“Anne Umland, curator in the Department of Painting and Sculpture, gathered the work, all made between 1960 and the present. Her selection will alienate many, if not most, visitors. Are you looking for paintings that open luminous windows onto another world, hold mirrors to the soul or just revel in their color-rich surfaces? Too bad. Would you like an answer to the exhibit’s titular question? You’ll have to look elsewhere. Umland has more theoretical, and ultimately misguided­, ideas about that, too. To make matters worse, she never clearly expresses them to the public. Instead, she presents what she calls a “kaleidoscopic” (curatorial code for scattered) exhibition “dedicated to the principle of questioning”—i.e., the sloppy postmodern assertion that no question has a real answer.
Nearby, a Barbara Kruger graphic looking the worse for wear assaults the eye with what should be the stunningly accusatory phrase, you invest in the divinity of the masterpiece. In this context, viewers can only wish that Umland had made such an investment, or imagined this work as more than the sum of its mundane parts. The exhibit is laid out in small rooms, hung almost unvaryingly with four works, one per wall. No momentum builds up between those discrete spaces, and none of the pieces ever manage to “talk” amongst themselves across the space. Umland would do well to eschew fours in the future: Two works read as a dialogue of compare and contrast; three works read as a series, a narrative arc; four works beg for closure on that arc, and closure is something she prefers to avoid.” [Sarah Schmerler on What is Painting?]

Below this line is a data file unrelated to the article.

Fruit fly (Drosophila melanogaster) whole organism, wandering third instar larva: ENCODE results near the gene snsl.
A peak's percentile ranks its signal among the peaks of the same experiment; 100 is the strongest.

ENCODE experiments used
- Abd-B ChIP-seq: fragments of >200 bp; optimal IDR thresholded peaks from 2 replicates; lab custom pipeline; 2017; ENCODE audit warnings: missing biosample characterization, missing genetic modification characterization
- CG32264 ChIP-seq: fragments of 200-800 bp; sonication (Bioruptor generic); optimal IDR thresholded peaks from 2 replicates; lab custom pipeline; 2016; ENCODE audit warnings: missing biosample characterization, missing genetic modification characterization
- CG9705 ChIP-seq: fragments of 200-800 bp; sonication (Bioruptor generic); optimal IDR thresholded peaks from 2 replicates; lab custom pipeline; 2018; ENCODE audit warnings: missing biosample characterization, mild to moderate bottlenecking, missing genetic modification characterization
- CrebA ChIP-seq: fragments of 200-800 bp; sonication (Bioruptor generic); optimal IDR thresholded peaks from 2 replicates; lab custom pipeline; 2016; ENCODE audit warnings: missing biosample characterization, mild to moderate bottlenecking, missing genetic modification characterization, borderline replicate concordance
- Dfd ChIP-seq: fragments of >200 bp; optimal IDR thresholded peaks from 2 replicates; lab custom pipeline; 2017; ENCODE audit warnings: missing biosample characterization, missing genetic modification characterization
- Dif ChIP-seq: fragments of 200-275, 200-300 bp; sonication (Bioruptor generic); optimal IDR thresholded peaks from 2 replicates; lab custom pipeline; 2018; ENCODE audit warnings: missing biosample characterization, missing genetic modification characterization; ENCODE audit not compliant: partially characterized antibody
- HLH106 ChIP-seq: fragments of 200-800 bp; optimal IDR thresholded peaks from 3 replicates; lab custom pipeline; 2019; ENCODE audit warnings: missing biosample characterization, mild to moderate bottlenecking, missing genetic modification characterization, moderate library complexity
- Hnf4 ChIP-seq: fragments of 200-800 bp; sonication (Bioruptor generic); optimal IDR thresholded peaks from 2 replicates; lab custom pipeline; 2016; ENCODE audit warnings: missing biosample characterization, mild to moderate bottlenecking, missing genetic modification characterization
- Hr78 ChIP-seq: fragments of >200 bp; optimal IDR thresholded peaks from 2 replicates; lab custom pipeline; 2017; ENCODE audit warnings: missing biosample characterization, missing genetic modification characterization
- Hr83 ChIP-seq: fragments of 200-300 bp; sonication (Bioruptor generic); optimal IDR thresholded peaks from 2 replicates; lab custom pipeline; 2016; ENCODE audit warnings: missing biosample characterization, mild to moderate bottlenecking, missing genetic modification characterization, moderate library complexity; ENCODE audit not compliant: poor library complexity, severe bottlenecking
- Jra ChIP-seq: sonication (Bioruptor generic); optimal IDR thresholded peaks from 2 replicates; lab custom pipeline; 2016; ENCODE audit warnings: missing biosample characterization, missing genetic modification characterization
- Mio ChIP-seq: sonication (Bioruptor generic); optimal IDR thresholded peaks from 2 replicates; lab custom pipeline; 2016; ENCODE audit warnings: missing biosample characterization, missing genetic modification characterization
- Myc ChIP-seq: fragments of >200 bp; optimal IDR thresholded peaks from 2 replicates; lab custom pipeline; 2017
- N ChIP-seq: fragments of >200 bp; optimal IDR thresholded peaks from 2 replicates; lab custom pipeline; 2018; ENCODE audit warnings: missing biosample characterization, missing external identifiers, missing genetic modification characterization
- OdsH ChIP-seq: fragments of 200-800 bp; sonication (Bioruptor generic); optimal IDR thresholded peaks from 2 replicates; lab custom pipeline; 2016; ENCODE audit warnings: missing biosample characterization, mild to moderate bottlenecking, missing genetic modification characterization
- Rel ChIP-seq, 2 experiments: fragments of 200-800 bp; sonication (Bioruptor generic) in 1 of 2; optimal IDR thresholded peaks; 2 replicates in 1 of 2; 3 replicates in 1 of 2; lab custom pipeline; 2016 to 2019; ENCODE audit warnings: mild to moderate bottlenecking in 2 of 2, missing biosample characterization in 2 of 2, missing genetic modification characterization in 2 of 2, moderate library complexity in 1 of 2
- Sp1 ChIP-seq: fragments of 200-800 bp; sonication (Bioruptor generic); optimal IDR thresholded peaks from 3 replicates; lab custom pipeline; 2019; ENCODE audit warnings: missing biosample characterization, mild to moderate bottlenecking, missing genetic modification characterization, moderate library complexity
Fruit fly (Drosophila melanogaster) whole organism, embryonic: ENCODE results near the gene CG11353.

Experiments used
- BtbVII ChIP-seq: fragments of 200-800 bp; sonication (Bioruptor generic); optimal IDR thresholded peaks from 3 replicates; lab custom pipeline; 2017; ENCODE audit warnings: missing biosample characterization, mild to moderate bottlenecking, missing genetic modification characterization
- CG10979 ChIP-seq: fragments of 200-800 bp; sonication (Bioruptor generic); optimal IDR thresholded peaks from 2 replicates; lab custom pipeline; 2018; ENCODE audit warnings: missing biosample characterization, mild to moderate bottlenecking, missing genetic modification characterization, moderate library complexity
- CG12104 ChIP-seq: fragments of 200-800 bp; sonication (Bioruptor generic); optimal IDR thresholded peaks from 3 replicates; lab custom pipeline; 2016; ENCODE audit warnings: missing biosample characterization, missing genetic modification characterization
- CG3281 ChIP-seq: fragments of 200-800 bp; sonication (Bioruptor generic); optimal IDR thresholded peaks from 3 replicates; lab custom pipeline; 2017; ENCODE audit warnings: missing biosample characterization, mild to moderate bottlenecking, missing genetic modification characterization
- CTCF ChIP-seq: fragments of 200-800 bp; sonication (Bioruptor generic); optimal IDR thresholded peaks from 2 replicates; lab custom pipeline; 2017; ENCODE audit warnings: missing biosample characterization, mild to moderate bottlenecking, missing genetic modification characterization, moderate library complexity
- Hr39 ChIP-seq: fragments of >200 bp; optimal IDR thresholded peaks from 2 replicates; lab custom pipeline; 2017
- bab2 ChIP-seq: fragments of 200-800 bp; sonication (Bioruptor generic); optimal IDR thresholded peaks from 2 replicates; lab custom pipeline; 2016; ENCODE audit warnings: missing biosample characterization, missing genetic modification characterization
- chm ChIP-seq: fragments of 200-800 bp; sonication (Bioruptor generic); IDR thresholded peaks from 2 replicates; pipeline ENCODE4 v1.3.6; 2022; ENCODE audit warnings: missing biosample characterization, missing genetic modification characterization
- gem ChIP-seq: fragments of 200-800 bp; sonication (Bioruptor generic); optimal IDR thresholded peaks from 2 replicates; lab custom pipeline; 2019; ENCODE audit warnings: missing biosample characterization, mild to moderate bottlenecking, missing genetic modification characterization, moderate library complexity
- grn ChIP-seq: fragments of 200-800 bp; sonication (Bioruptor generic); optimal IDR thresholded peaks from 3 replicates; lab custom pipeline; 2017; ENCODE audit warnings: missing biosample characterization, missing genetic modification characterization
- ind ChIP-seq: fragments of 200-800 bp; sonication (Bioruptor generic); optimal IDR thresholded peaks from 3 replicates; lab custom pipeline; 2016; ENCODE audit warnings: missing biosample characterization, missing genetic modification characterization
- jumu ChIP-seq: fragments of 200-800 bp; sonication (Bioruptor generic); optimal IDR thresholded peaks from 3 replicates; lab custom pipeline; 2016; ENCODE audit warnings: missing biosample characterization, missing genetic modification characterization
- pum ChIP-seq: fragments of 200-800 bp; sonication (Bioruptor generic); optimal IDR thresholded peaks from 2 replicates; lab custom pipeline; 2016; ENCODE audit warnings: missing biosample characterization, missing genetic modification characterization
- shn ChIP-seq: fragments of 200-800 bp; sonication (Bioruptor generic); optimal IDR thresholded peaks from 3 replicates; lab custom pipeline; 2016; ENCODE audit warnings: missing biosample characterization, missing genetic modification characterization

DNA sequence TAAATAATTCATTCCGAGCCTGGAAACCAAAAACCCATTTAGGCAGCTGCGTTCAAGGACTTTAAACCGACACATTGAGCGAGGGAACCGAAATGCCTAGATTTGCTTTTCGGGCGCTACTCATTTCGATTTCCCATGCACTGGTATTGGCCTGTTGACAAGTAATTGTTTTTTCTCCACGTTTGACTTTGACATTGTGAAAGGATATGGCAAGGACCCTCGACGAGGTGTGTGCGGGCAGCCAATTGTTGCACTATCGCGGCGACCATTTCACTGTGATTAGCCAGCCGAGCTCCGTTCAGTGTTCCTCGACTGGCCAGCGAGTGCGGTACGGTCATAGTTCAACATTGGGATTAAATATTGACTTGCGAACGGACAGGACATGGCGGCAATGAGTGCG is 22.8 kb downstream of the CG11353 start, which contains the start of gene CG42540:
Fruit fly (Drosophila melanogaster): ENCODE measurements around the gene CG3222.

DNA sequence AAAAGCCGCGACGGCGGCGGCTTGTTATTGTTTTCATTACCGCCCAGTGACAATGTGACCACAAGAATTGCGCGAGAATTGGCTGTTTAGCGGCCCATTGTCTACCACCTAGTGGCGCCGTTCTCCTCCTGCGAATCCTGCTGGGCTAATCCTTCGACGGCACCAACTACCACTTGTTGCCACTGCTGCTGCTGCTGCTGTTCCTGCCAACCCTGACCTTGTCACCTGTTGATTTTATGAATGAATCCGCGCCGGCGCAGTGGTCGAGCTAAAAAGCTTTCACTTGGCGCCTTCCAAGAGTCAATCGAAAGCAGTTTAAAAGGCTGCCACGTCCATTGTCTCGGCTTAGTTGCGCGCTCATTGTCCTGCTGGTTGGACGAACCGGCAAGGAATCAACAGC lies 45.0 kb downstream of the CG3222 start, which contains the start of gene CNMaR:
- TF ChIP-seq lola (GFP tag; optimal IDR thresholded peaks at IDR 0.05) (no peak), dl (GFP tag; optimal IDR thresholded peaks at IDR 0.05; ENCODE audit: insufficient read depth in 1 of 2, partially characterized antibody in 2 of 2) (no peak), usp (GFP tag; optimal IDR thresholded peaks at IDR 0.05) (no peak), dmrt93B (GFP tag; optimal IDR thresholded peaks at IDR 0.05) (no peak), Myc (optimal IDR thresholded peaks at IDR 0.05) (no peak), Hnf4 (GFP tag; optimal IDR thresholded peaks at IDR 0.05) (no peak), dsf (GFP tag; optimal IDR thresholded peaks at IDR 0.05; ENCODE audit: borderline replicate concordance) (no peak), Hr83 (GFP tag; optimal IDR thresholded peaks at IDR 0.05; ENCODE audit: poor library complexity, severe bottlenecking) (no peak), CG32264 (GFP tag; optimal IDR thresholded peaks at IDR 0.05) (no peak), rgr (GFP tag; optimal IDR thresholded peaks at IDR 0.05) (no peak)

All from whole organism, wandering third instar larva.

Jackie Winsor Bound Square1972

When I saw the show it left me a bit confused until it occurred that the show was in line with the post-historical nature of painting in the 90s and 2000s. The installation of the show was also in line with the way we were beginning to engage with art online. Umland’s examination of the pluralism and scattershot thematics in painting showed how changed our relationship to both painting and the history of Modernism had become. Mario Naves’ telling line below says it all, “If these are paintings, then everything is a painting.

What Is Painting? is an overview, not a manifesto. Ms. Umland isn’t interested in one concrete or comprehensive definition of the art form. Instead, the exhibition is open-ended and “multifocal”—a tack that is, on the whole, disappointing. MoMA has had an incalculable influence on international art, on how we look at modern art and how artists continue to make art. Favoring vagueness over discrimination forsakes the museum’s history and its ostensible purpose: to make finely tuned, if not inflexible, distinctions. Acquiescing to pluralism tiptoes around hard and important questions.
The show’s 12 sections present a variety of approaches to putting paint to canvas or, in some cases, not putting paint to canvas. The featured works “share an element fundamental to painting … dependence on a wall or planar surface, requiring viewers to approach them from a relatively fixed frontal vantage point.” Works by Lynda Benglis, Jackie Winsor, Dorothea Rockburne and Lee Bontecou are, yes, placed against a wall—Ms. Winsor’s primal construction Bound Square (1972) leans against it. But none of these artists, as seen here anyway, are painters. They’re sculptors who refer to painting, but only tangentially and largely not at all. If these are paintings, then everything is a painting.” [Mario Naves on What is Painting?]